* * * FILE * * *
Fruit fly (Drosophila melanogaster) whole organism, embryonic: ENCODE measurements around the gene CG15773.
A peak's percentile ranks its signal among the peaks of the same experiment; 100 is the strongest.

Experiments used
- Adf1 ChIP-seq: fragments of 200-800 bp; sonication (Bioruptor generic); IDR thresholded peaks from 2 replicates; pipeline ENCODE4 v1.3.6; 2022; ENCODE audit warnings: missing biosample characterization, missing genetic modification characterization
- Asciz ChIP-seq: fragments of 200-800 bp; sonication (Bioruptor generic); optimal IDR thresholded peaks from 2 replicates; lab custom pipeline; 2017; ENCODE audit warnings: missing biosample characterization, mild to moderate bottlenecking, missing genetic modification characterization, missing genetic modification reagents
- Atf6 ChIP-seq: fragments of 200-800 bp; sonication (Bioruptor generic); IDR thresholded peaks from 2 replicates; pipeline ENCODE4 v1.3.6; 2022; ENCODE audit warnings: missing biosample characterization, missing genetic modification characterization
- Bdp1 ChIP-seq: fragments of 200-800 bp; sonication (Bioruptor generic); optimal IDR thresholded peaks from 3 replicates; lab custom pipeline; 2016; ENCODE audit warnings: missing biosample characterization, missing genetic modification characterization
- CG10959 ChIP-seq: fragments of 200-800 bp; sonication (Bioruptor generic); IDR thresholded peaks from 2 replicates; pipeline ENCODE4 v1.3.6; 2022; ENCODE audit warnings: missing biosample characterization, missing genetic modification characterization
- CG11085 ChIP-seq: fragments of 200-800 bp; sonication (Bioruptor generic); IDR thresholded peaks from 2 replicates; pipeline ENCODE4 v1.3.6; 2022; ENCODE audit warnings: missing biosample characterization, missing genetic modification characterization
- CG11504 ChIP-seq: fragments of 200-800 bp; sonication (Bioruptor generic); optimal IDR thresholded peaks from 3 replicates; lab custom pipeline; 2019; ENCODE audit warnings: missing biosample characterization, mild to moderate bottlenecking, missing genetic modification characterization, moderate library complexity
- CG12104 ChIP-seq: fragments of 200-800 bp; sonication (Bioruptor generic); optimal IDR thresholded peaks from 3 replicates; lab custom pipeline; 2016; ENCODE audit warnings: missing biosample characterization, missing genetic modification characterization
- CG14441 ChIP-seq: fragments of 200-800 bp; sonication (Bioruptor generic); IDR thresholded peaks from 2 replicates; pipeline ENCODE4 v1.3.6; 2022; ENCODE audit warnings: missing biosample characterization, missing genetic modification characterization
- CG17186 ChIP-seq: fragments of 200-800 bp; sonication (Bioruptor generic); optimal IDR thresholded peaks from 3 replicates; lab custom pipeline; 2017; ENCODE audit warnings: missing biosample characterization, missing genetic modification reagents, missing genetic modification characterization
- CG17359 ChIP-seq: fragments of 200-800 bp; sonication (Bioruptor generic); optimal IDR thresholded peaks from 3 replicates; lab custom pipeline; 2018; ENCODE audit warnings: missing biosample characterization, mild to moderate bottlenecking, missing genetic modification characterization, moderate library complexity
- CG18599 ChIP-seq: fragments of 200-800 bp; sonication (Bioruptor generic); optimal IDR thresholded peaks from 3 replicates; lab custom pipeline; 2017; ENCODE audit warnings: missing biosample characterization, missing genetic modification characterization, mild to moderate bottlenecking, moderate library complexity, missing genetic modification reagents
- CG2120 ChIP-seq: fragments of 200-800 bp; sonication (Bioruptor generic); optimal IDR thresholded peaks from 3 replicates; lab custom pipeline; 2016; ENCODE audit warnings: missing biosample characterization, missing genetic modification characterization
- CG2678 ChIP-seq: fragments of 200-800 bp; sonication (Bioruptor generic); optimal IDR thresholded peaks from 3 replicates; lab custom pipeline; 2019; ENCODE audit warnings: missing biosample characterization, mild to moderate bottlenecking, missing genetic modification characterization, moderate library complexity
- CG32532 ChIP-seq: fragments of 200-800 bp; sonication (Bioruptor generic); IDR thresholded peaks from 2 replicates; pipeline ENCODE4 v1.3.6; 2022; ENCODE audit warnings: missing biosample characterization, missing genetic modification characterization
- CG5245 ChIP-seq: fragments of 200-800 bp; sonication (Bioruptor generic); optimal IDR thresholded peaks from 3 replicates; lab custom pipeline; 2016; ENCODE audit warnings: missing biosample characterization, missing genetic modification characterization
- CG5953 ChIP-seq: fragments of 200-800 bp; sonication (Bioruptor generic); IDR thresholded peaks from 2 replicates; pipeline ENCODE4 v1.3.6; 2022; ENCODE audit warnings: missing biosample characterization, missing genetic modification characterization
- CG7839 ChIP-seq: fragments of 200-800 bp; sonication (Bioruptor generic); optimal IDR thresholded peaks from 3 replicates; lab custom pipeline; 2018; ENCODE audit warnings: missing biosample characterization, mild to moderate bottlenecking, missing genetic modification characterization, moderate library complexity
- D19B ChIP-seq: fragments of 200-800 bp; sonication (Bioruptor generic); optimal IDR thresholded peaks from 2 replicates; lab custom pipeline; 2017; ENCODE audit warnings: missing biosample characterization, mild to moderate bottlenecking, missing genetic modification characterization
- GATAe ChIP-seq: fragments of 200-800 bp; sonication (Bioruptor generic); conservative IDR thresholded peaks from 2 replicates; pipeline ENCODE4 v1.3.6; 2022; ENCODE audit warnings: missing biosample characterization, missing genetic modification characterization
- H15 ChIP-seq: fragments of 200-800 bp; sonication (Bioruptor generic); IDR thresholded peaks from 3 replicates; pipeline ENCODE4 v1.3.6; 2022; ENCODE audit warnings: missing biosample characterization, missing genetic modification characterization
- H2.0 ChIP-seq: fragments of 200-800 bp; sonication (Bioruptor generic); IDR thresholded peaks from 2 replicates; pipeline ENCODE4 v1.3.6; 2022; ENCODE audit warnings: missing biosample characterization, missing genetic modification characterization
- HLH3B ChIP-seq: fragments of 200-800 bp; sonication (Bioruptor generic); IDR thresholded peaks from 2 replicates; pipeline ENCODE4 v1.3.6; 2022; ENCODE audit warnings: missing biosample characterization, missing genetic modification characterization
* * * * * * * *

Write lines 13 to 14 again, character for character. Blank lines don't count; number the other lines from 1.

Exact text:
- CG17186 ChIP-seq: fragments of 200-800 bp; sonication (Bioruptor generic); optimal IDR thresholded peaks from 3 replicates; lab custom pipeline; 2017; ENCODE audit warnings: missing biosample characterization, missing genetic modification reagents, missing genetic modification characterization
- CG17359 ChIP-seq: fragments of 200-800 bp; sonication (Bioruptor generic); optimal IDR thresholded peaks from 3 replicates; lab custom pipeline; 2018; ENCODE audit warnings: missing biosample characterization, mild to moderate bottlenecking, missing genetic modification characterization, moderate library complexity